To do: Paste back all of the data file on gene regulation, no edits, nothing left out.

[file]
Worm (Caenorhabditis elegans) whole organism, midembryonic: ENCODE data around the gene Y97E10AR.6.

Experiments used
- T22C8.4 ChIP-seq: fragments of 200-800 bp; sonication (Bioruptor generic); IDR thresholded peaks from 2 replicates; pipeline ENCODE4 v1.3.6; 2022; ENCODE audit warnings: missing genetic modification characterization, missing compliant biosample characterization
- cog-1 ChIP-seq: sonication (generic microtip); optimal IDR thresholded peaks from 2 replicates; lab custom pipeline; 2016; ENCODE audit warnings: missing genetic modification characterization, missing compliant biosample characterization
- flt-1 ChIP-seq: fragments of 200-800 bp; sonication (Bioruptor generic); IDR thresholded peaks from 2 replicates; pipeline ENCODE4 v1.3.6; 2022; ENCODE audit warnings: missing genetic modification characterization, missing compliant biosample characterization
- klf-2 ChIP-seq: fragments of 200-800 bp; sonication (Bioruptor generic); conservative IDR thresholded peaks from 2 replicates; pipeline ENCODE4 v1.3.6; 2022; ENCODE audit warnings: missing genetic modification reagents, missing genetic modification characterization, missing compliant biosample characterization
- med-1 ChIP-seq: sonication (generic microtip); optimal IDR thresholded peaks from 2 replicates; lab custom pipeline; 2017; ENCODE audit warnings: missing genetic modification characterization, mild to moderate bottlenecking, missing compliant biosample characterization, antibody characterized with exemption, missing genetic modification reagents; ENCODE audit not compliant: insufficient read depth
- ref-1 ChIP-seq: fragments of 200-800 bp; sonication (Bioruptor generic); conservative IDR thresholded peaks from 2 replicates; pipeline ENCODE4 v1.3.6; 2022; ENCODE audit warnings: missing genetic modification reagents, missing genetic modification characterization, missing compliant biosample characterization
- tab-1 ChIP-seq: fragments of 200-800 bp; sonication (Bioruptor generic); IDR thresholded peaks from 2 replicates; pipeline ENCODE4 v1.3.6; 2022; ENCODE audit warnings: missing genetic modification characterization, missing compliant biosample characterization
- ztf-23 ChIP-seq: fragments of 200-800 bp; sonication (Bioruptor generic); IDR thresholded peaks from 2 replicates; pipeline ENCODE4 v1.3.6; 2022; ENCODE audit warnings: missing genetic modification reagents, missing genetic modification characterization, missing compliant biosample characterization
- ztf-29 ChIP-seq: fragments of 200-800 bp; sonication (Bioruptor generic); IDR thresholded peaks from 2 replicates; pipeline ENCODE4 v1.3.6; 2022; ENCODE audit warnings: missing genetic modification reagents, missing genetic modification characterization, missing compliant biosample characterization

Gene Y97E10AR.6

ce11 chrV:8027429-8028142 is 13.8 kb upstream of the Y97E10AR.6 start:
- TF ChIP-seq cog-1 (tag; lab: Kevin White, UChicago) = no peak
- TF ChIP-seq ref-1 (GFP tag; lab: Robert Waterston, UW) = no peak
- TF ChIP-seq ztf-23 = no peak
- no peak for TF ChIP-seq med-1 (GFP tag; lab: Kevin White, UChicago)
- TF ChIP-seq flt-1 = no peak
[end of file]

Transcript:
Worm (Caenorhabditis elegans) whole organism, midembryonic: ENCODE data around the gene Y97E10AR.6.

Experiments used
- T22C8.4 ChIP-seq: fragments of 200-800 bp; sonication (Bioruptor generic); IDR thresholded peaks from 2 replicates; pipeline ENCODE4 v1.3.6; 2022; ENCODE audit warnings: missing genetic modification characterization, missing compliant biosample characterization
- cog-1 ChIP-seq: sonication (generic microtip); optimal IDR thresholded peaks from 2 replicates; lab custom pipeline; 2016; ENCODE audit warnings: missing genetic modification characterization, missing compliant biosample characterization
- flt-1 ChIP-seq: fragments of 200-800 bp; sonication (Bioruptor generic); IDR thresholded peaks from 2 replicates; pipeline ENCODE4 v1.3.6; 2022; ENCODE audit warnings: missing genetic modification characterization, missing compliant biosample characterization
- klf-2 ChIP-seq: fragments of 200-800 bp; sonication (Bioruptor generic); conservative IDR thresholded peaks from 2 replicates; pipeline ENCODE4 v1.3.6; 2022; ENCODE audit warnings: missing genetic modification reagents, missing genetic modification characterization, missing compliant biosample characterization
- med-1 ChIP-seq: sonication (generic microtip); optimal IDR thresholded peaks from 2 replicates; lab custom pipeline; 2017; ENCODE audit warnings: missing genetic modification characterization, mild to moderate bottlenecking, missing compliant biosample characterization, antibody characterized with exemption, missing genetic modification reagents; ENCODE audit not compliant: insufficient read depth
- ref-1 ChIP-seq: fragments of 200-800 bp; sonication (Bioruptor generic); conservative IDR thresholded peaks from 2 replicates; pipeline ENCODE4 v1.3.6; 2022; ENCODE audit warnings: missing genetic modification reagents, missing genetic modification characterization, missing compliant biosample characterization
- tab-1 ChIP-seq: fragments of 200-800 bp; sonication (Bioruptor generic); IDR thresholded peaks from 2 replicates; pipeline ENCODE4 v1.3.6; 2022; ENCODE audit warnings: missing genetic modification characterization, missing compliant biosample characterization
- ztf-23 ChIP-seq: fragments of 200-800 bp; sonication (Bioruptor generic); IDR thresholded peaks from 2 replicates; pipeline ENCODE4 v1.3.6; 2022; ENCODE audit warnings: missing genetic modification reagents, missing genetic modification characterization, missing compliant biosample characterization
- ztf-29 ChIP-seq: fragments of 200-800 bp; sonication (Bioruptor generic); IDR thresholded peaks from 2 replicates; pipeline ENCODE4 v1.3.6; 2022; ENCODE audit warnings: missing genetic modification reagents, missing genetic modification characterization, missing compliant biosample characterization

Gene Y97E10AR.6

ce11 chrV:8027429-8028142 is 13.8 kb upstream of the Y97E10AR.6 start:
- TF ChIP-seq cog-1 (tag; lab: Kevin White, UChicago) = no peak
- TF ChIP-seq ref-1 (GFP tag; lab: Robert Waterston, UW) = no peak
- TF ChIP-seq ztf-23 = no peak
- no peak for TF ChIP-seq med-1 (GFP tag; lab: Kevin White, UChicago)
- TF ChIP-seq flt-1 = no peak